But hey, hiring tens of thousands of workers to clean up the waste of fossil fuels to save the birds would make wind power cheaper than burning fossil fuels and in a time of high unemployment, we can not afford the high cost of hiring workers to build capital assets instead of burning capital and creating wasteland.

Not to mention housecats.

You're implying that well wastewater is left on the surface when it isn't cleaned up, which just isn't true. Water is injected into wells for reasons other than fracking, including disposal.

There is probably some, even a significant amount of environmental impact from the water in the time it's on the surface, but it's not an ecological disaster where we're pumping up 90% water slurry and leaving the polluted water just laying around.

You're new here, aren't you? You do not argue with mulp; you just have to appreciate his unique worldview. Wait until he gets going on Reagan.

It's true in California:

Whole lotta benzene in that water too:

I recall reading that the firming power for Germany is largely provided by French nuclear plants, who are most happy and willing to sell at higher prices to the rest of "green" Europe. (Firming power runs your toaster and hair dryer when the wind don't blow.) I suspect that was not factored into the statistics you site. I don't know for sure, I don't read German.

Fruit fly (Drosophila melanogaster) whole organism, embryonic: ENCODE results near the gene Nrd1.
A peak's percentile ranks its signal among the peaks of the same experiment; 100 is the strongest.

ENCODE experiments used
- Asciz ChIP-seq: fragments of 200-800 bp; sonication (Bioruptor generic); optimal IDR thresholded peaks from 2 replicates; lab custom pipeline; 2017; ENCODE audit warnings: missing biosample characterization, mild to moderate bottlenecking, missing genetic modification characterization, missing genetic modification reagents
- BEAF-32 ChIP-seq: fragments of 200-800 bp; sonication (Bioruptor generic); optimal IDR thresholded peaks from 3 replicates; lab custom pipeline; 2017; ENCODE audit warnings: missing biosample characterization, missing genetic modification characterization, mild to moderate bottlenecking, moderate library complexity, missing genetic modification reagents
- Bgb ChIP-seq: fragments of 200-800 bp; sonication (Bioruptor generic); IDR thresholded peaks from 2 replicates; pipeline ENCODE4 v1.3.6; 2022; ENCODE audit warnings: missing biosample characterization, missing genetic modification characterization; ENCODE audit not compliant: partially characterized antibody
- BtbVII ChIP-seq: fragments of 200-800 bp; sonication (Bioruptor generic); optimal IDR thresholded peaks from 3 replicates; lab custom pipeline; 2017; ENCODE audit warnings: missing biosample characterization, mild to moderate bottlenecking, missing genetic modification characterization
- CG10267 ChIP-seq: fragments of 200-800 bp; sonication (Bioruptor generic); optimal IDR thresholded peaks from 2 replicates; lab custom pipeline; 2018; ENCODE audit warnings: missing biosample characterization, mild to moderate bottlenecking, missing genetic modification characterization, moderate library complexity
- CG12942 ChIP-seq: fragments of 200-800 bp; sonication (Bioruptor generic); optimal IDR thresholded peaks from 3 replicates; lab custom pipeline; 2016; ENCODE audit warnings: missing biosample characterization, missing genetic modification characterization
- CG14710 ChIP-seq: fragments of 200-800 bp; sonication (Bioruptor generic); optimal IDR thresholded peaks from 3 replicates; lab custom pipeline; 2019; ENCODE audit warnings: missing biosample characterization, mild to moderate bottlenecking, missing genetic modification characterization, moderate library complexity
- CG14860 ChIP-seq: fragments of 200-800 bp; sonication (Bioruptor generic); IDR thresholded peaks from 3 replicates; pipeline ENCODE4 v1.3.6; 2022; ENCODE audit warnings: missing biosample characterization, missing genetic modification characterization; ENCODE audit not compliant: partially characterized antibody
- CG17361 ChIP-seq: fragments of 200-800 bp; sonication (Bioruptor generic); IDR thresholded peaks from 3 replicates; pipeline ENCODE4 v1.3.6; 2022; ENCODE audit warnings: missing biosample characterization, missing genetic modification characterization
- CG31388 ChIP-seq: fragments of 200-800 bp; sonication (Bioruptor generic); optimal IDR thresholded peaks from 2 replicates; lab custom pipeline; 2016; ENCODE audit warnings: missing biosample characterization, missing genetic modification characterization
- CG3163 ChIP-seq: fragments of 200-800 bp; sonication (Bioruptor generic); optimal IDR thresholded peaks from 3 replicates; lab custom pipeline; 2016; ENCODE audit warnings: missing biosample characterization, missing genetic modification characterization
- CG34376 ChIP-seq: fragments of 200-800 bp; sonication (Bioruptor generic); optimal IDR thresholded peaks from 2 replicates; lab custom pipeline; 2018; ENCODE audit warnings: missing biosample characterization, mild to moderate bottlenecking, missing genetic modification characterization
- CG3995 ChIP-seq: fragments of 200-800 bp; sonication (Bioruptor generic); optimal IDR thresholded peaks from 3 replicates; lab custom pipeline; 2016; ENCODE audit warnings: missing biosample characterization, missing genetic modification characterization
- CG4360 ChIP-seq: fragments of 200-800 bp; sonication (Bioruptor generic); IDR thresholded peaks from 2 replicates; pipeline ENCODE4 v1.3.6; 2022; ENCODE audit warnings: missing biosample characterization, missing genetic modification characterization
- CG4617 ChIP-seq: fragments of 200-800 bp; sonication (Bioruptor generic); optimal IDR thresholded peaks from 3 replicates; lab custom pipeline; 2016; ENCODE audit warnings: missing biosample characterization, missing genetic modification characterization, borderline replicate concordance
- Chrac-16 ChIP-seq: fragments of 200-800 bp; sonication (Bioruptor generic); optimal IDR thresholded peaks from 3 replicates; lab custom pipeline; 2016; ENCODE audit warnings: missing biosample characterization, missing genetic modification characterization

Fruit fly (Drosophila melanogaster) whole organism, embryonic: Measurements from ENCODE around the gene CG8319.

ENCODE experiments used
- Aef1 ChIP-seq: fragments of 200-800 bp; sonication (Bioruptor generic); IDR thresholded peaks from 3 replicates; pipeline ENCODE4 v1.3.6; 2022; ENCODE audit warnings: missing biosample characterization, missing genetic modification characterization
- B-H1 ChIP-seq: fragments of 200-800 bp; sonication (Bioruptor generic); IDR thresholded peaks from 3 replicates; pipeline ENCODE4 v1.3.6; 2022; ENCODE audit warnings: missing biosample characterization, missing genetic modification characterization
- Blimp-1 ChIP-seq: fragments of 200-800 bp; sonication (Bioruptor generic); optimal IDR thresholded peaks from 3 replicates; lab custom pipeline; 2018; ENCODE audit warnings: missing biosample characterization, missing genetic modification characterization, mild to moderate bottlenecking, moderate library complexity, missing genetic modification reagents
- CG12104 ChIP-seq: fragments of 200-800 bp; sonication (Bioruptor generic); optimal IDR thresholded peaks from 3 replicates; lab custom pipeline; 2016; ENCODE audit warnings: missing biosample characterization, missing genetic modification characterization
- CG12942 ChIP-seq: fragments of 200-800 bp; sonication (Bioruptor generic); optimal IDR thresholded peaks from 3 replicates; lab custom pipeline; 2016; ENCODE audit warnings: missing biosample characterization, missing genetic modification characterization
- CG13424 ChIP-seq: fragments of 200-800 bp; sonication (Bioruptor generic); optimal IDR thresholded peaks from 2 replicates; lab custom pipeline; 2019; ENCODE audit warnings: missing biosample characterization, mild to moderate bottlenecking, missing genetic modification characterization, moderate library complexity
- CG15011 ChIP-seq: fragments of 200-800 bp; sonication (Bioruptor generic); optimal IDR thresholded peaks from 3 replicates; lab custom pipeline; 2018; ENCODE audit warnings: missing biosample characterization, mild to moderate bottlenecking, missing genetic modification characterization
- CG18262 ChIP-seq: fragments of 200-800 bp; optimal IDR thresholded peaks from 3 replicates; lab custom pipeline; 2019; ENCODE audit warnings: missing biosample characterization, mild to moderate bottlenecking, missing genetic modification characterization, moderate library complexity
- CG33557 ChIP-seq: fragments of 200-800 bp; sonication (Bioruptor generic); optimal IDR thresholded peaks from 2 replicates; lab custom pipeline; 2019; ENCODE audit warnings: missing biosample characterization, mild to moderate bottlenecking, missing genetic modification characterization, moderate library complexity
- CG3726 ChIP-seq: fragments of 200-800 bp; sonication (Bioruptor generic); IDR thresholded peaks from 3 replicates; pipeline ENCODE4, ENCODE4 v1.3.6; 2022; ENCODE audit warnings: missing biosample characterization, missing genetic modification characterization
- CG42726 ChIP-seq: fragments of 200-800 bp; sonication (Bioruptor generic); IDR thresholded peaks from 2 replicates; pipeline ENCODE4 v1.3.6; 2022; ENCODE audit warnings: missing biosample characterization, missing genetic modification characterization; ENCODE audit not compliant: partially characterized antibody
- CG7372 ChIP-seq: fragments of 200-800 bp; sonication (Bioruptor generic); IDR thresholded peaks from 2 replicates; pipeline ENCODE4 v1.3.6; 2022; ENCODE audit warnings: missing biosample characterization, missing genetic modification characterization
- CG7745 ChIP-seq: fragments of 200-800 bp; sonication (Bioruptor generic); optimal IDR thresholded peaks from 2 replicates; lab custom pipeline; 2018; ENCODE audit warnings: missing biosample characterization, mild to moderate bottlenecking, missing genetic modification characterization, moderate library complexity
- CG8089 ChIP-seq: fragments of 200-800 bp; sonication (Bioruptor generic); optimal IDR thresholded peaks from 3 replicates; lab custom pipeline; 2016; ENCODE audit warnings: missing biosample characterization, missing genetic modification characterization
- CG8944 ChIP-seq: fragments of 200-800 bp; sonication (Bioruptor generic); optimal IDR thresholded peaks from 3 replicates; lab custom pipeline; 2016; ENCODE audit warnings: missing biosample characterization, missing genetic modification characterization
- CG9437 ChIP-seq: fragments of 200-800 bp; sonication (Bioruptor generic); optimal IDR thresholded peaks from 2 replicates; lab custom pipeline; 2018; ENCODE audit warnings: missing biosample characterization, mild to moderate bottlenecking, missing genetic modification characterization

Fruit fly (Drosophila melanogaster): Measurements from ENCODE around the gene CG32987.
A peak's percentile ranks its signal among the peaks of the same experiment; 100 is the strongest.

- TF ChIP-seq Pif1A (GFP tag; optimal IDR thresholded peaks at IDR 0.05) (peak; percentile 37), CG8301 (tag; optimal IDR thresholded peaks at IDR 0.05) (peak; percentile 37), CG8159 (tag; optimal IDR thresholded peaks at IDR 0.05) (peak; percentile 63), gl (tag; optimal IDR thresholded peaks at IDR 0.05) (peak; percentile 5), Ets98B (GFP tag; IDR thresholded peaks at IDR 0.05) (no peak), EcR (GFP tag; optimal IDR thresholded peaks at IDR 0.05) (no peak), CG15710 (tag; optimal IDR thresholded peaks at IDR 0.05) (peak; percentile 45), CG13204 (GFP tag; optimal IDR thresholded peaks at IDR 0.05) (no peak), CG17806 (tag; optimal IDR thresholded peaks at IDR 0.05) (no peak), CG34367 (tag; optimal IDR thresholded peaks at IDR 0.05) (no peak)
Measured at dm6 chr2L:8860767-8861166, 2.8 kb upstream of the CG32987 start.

My memory isn't so good, but I seem to remember reading that Germany mothballed most of their nuclear capacity after Fukushima.

Yes, and replaced them with coal when wind didn't produce what was expected.

Is there some back-story to this? Does Merkel's brother-in-law own a coal mine?

It's hard to believe anyone would advocate the path Germany seems to have taken, especially anyone with an inkling of sincere environmentalism in them...

The only way I can think to explain this is that there's graft and corruption going on, but I don't seem to be hearing that in the news.

The back story is that Germany is dependent upon coal, gas and oil imported from Russia.

The other back story that Germany burns domestic Braunkohle (lignite), which is pretty much the bottom of the dirty fossil fuel bucket - and that lignite provides around 45% of the coal burned here. And as of 2014, the numbers of Russian gas and oil imports are these - 'And Germany's dependence on Moscow is even higher: the country sources 36 percent of its natural gas imports and 39 percent of its oil imports from Russian energy suppliers.' http://www.dw.de/germanys-russian-energy-dilemma/a-17529685